Vivid memories for survivor of USS Princeton sinking
Larry Morgan of Washington is shown in his home with drawings of the USS Princeton, which he was aboard during the attack on Pearl Harbor.
Jim McNutt / Observer-Reporter
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It’s been almost 70 years since the USS Princeton sank in the Pacific Ocean Oct. 24, 1944.
But World War II veteran Larry Morgan, now 90, thinks about it every day, and the 341 men who lost their lives on the aircraft carrier and a cruiser that came to its aid.
Morgan, of Washington, was a 20-year-old Navy airplane mechanic aboard the Princeton when a Japanese airplane dropped a 550-pound bomb onto the deck of the ship shortly before 10 a.m., killing 108 sailors aboard the Princeton. Another 233 from the USS Birmingham were killed while trying to assist their comrades on the Princeton.
Morgan, who was helping a pilot out of an airplane when the attack occurred, was blown across the flight deck and narrowly escaped being hit by an elevator, large enough to transport an airplane, that had been blasted into the air.
“There were people killed and wounded around me, but I didn’t get hurt. I barely got a scratch,” said Morgan.
After their efforts to extinguish the fires that broke out failed, Morgan and the remaining crew members followed orders to abandon ship. Morgan spent four hours in rough seas, kept afloat by a life belt until he was picked up by the USS Irwin.
Physically, Morgan suffered a cut knee. But emotionally, he was, he said, in very bad shape, and what he went through became too much for him to bear.
“All of those guys who died got to me,” said Morgan, who received a medical discharge from the U.S. Navy on April 7, 1945. “I was fighting with everybody and drinking heavy. I prayed to God to help me. And he sent me an angel.”
The angel was Kay Morgan, who he met in July 1945 and married three months later.
The couple has been married for 68 years and raised seven children.
Morgan, who worked as a brakeman for Conrail, rarely talked about the ill-fated Princeton when the children were little, but the events of that day – glimpsing the airplane approaching the ship, grabbing a fire hose to battle the blazes, being plucked out of the water, finding out his best friend had been killed – crossed his mind often.
“He really did not talk about it in front of us. I knew he had floated in the ocean for several hours when the ship sank, but he never went into any detail about what happened,” said Susan Smith, one of Morgan’s daughters. “You would know if he was thinking about it though, and there were times when we knew he was sad.”
In the 1970s, Morgan organized a reunion for survivors of the USS Princeton, which drew more than 40 former shipmates. It was the first of dozens of reunions held across the country over the decades and Morgan looked forward to getting together to talk about their exploits on the ship, the attack, the sailors’ survival and their lives since then. The reunions have dwindled, though, because many of those left are in their late 80s and early 90s, and several are in poor health including Morgan, who suffered a stroke and recently broke several ribs in a fall.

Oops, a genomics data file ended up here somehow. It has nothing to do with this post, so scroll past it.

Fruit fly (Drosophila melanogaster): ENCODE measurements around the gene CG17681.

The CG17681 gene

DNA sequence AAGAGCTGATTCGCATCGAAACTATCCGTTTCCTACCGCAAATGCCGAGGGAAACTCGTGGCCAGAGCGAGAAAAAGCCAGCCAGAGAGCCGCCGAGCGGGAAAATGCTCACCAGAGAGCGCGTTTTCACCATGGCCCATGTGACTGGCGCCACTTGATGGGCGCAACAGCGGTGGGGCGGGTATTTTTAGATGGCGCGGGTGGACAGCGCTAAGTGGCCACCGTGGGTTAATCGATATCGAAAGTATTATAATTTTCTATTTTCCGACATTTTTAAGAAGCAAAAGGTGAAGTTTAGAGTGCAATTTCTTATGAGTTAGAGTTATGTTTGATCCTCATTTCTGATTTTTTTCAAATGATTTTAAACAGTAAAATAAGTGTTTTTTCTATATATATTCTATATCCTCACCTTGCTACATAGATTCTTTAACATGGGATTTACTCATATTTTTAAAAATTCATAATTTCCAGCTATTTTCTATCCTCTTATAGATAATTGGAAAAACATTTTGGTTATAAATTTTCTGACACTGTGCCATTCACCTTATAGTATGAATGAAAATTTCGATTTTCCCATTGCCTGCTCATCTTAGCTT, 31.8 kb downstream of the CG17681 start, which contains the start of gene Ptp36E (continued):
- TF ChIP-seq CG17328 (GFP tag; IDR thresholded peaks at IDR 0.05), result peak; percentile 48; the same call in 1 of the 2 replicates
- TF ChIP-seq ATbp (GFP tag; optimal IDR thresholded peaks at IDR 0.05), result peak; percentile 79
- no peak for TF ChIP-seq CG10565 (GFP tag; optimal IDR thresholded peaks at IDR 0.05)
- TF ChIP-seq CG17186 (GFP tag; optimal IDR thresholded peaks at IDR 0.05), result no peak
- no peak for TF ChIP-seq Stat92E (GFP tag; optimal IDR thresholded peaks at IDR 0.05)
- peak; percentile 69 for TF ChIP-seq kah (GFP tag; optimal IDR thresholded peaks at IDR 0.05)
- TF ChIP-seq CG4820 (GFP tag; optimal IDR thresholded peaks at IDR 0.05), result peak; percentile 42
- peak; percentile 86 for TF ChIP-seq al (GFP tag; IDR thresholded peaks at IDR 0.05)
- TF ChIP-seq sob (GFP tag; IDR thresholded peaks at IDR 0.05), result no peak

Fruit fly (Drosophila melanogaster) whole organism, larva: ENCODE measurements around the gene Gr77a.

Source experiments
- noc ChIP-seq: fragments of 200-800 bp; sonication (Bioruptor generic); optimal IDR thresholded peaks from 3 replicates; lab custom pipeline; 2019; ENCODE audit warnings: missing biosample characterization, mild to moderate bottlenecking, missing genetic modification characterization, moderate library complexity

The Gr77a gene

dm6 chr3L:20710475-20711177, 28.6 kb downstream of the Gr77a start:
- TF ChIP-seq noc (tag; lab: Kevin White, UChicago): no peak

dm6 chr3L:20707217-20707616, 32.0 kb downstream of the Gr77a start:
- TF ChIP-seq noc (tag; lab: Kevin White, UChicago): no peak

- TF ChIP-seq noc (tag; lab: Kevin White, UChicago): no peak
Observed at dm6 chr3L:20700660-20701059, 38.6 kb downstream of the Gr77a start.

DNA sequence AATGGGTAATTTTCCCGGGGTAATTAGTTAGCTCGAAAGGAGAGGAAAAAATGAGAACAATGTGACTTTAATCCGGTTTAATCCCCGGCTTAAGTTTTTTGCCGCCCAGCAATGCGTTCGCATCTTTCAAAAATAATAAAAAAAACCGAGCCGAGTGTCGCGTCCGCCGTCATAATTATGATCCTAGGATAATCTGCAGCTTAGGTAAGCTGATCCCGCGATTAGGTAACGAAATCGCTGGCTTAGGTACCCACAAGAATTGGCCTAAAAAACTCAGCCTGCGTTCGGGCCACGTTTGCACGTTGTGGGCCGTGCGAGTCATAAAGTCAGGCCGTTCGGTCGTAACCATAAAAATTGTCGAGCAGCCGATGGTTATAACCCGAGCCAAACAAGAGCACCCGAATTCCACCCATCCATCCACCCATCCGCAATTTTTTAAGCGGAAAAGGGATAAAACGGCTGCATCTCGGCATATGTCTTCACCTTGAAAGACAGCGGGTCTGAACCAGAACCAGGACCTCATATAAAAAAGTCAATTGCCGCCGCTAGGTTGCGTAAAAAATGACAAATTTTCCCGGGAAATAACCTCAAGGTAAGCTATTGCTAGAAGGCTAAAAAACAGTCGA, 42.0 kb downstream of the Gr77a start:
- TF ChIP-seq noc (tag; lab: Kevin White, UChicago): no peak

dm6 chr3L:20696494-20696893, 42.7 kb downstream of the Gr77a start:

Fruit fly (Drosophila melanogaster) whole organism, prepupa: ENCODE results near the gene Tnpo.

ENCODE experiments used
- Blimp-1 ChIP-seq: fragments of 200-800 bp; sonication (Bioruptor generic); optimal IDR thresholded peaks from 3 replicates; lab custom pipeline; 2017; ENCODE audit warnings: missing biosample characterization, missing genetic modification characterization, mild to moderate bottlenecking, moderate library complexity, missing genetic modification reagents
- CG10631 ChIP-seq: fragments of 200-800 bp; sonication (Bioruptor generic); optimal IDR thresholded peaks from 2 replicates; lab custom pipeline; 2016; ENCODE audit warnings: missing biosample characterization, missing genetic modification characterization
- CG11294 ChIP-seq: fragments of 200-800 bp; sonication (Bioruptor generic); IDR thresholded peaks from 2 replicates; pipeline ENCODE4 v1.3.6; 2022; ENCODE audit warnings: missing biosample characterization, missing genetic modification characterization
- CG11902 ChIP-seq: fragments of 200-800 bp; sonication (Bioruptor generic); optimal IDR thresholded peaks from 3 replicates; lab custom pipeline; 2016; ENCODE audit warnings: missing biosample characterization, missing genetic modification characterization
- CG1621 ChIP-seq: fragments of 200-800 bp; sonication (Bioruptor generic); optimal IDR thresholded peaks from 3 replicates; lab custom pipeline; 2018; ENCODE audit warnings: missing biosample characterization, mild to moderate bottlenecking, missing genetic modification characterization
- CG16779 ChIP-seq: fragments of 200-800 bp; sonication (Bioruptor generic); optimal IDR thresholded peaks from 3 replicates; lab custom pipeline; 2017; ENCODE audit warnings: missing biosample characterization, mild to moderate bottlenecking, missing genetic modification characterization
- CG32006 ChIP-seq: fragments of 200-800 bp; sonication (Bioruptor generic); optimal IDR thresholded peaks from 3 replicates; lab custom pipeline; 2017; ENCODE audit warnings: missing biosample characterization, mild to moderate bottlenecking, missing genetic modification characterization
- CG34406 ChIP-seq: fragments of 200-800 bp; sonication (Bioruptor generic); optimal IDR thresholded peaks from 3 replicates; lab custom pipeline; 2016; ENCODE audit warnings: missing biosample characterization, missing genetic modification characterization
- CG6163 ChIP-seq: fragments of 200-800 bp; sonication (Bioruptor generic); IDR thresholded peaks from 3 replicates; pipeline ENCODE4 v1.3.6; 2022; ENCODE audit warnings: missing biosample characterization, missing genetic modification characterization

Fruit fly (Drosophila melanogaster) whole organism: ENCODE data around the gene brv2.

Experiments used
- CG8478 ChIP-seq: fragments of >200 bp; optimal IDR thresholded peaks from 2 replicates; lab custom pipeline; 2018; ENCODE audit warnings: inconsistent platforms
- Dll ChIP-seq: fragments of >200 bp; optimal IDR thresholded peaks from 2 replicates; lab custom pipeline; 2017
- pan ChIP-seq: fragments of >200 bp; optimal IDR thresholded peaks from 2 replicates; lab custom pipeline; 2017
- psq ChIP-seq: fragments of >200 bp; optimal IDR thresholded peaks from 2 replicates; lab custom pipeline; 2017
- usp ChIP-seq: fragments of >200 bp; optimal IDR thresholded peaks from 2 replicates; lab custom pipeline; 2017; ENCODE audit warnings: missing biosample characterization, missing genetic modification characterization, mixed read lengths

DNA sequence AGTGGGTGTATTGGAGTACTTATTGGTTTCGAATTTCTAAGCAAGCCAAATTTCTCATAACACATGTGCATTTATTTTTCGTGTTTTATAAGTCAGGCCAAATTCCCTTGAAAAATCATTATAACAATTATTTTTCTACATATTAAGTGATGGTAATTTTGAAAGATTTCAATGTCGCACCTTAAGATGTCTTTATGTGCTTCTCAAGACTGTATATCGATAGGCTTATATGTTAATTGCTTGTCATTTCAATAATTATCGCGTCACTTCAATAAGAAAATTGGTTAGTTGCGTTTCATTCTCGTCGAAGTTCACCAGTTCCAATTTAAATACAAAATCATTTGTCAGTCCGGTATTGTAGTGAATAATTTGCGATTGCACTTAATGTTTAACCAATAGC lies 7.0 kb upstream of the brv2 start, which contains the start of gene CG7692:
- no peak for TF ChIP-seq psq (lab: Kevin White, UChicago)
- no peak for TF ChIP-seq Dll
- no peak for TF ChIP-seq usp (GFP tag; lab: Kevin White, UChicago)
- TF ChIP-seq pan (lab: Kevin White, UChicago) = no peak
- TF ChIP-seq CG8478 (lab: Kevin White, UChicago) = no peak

“They all had a a lot of good times at the reunions. It was a joy to see him around all of those guys and to hear them tell their stories about the times they shared on the ship,” said Kay.
Morgan wears a USS Princeton ballcap with nine stars, one for each major operation he fought in, and his home is decorated with patriotic plaques and flags, a U.S. Navy blanket draped over a chair.
“I loved the Navy and I love this country,” said Morgan.
Five of Morgan’s grandsons served in Iraq or Afghanistan, and he said he thanks God that they all returned safely.
Morgan’s account of the Japanese attack on the USS Princeton is detailed in the book “Carrier Down: The Story of the Sinking of the USS Princeton,” by Thomas Bradshaw, who served aboard the ship with Morgan. He has kept a National Geographic article on the sinking of the USS Princeton written in the 1940s, and he has several photos of the Princeton and the Birmingham after the attack, smoke billowing into the sky.
Smith said reading the book – in which Morgan talks about thinking about his mother when he was in the ocean, frightened that he would die – helped her understand her father better.
“I bought a copy of the book when it was written, but had never read it. But when he had the stroke, I decided it was time because if there was something I wanted to ask him about what he’d gone through. I didn’t want to wait until it was too late. Now that I’m older and have children who are 17 – that’s how old my dad was when he left home and went to war – I realize how young he was and I can’t imagine at his age how terrified he would have been. I can’t even imagine going through that traumatic event. It’s life-changing,” said Smith.
A writer for World War II magazine once referred to the USS Princeton as the most unlucky ship to participate in the war, a description that Morgan dismisses.
“We didn’t think we were unlucky,” said Morgan. “We just got hit by a bomb.”